You’ve got to scrub them off. Every last one and every last inch of them. Florida’s love-bugs are delicate and always joined with another. They float and land easily, lovingly. All would be well in Florida if love-bugs just stayed out of the way of cars. Their unending deaths on the front of my car and rear view mirrors leave remnants of love that can best be described as a god-awful mess. Not a benign one.
Their black bodies are made of something more tenacious than tar. If you let them stay on the car your paint will be indelibly stained. From what I can tell, if they’re left on long enough of, whatever was in them and their love-making starts eating away at the paint.
So why isn’t there a product to keep them off my car? I have lived peacefully with each love-bug season for the past twenty years, but not this one. I’m driving more.
I’ve ventured out to set up a writing retreat, which means camping on a tile floor in an empty house, close to the ocean to spend glorious mornings and evenings with sand between my toes and sweeping my feet into tepid waters.
I now commute between St. Augustine and Alachua. For two days a week I’m in Alachua to care for Meena (that’s pretense I just have to be with her), stock up on water, do laundry, and pick up a piece of technology, a sweater, or whatever I need in at my campsite in St. Augustine.
I’m relocating to St. Augustine to write. It might kill me but I’m going to write. Okay, I shouldn’t make that statement publicly for many reasons.
Anyway, after making the one-and-a-half hour ride between St. Augustine and Alachua, I have to—sooner or later—remove the love-bugs from the car.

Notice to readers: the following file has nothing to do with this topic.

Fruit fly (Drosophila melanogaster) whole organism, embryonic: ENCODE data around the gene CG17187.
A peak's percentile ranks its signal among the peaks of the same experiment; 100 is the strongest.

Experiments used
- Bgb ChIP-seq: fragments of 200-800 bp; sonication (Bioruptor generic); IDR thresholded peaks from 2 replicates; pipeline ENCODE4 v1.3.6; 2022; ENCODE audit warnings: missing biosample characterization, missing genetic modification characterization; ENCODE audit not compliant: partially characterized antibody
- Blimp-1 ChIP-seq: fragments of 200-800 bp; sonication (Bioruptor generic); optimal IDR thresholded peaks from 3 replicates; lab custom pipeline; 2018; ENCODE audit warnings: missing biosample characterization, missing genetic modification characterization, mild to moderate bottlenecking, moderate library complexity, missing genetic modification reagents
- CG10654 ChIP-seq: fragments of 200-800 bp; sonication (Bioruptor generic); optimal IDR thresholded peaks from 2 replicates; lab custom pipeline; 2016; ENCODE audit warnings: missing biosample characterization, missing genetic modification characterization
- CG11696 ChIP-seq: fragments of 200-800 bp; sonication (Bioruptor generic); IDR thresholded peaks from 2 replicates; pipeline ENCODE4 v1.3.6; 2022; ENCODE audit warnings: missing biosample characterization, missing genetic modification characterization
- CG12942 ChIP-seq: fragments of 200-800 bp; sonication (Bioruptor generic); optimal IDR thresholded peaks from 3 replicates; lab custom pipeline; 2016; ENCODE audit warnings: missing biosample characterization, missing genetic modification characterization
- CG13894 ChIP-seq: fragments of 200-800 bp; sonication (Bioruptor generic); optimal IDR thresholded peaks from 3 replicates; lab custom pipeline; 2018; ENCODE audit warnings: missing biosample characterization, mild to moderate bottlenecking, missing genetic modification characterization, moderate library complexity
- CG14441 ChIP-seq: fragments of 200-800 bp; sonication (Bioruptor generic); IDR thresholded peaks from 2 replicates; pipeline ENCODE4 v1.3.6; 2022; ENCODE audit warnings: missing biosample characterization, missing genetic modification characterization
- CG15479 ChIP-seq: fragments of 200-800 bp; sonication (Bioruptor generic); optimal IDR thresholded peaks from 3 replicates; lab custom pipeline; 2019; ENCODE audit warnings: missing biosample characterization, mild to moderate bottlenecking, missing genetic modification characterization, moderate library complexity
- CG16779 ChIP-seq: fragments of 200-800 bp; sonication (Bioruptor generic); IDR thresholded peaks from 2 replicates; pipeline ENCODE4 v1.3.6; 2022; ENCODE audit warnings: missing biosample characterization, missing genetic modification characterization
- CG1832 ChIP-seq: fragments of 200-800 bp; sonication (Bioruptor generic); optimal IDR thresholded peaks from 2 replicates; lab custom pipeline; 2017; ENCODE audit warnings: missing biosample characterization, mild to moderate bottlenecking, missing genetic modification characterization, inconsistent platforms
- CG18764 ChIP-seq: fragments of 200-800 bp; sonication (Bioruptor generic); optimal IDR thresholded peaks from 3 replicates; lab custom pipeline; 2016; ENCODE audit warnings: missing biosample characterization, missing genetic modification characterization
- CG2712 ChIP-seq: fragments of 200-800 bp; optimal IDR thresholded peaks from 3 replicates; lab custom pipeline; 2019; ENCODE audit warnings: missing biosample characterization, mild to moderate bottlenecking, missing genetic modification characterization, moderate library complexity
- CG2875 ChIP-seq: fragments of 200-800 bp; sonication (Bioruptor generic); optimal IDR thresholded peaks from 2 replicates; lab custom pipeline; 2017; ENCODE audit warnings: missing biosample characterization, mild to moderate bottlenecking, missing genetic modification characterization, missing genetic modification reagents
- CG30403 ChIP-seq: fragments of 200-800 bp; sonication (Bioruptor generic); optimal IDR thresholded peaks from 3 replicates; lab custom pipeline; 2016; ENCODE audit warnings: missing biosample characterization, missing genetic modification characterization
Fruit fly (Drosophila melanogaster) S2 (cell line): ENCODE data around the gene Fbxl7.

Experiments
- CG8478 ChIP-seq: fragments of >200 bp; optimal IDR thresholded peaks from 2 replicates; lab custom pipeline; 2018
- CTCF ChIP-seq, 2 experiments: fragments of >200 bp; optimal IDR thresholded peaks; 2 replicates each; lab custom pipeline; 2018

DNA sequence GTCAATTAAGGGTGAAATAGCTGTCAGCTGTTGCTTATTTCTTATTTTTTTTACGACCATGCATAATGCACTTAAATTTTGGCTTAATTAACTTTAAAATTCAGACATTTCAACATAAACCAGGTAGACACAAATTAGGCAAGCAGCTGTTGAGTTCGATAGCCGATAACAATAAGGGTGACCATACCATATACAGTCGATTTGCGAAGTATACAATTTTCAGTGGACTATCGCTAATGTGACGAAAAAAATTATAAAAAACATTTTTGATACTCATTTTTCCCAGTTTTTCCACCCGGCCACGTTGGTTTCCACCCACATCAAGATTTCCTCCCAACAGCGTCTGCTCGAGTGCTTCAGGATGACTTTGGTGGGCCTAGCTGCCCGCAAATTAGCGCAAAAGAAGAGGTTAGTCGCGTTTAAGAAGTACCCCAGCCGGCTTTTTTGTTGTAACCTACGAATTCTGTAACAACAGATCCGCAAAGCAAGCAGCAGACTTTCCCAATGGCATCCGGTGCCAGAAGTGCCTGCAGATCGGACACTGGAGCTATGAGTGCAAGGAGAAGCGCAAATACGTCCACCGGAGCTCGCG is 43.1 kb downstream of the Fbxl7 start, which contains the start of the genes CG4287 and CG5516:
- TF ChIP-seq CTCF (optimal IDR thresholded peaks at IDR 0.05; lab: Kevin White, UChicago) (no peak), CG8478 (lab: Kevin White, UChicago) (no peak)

Why is there nothing we can put on cars before leaving our driveway that inhibits or prohibits love-bugs from attaching themselves to us?
I have spent the better part of fifty years trying to find such a product I can use on me. For what sticks on me. I’m a walking magnet looking for love and so desperate to have it that I’ve subsumed myself, on more than one occasion, as a “gift” for another. Does anyone else have this wild idea, or pressing passion, to find love, oh! so that two could exchange together? It does exist. I’ve felt it.
The Three Dog Night’s lyrics, “One is the loneliest number that I’ve ever heard,” was circling around in my head as I swept the entry to the house after scrubbing off the love-bugs, as I did my heart opened up.
It’s damned hard to get into my heart often, but I can will myself there. I keep practicing so I can take larger and larger doses of opening fully with surrender to the world. I can only take it in mediated doses. It seems that in this world pain is not separable from deep love, whether for another, our earth, or a political party. But as I repeatedly open up, I feel more of only the excitement and wonder of an open heart, not the pain. Interesting. It’s not intuitive, but it’s true.
I didn’t want to sweep the entry. I wanted to sit and write. But when I took the moment and the broom to care for the gift in front of me, I felt respect for where I am and what I have. Everything seemed quite enough and perfect. The act of caring for the belongings induced respect which incited gratitude. I’ve experienced this before: the more I see and feel with respect the more gratitude wells.
A final point on One and being lonely, inspired by the free song in my head, “ONE is the loneliest number . . . ”
(no I’m not dancing to it, though I’m thinking about putting music on and dancing for a few minutes).
Alone is not lonely when opportunities to be with another remain. Therefore, metaphysically, in my opinion, the Three Dog Night got it right: one is the loneliest number. If there’s only One after death that would be lonely and unfulfilling. Even if relationships deliver pain there is no other vehicle for intense love.
But in the way the Three Dog Night intended that phrase I think they got it wrong. One is not the loneliest number.
The loneliest number is two when one of them is absent. In all my twos I feel that way: with God, my loved ones, and myself. When one of them is absent I go a little wild inside. It’s that psychic angst of wanting love more than food. Don’t ask me why I’m so strongly wired like this.
Sweeping the entry to this house and cleaning love-bugs brought me here. Not feeling lonely, immense gratitude, and off to do an internet search for love-bug cleaner or inhibitor or both.
Hope your Friday evening brings moments of connectedness with yourself and those you love,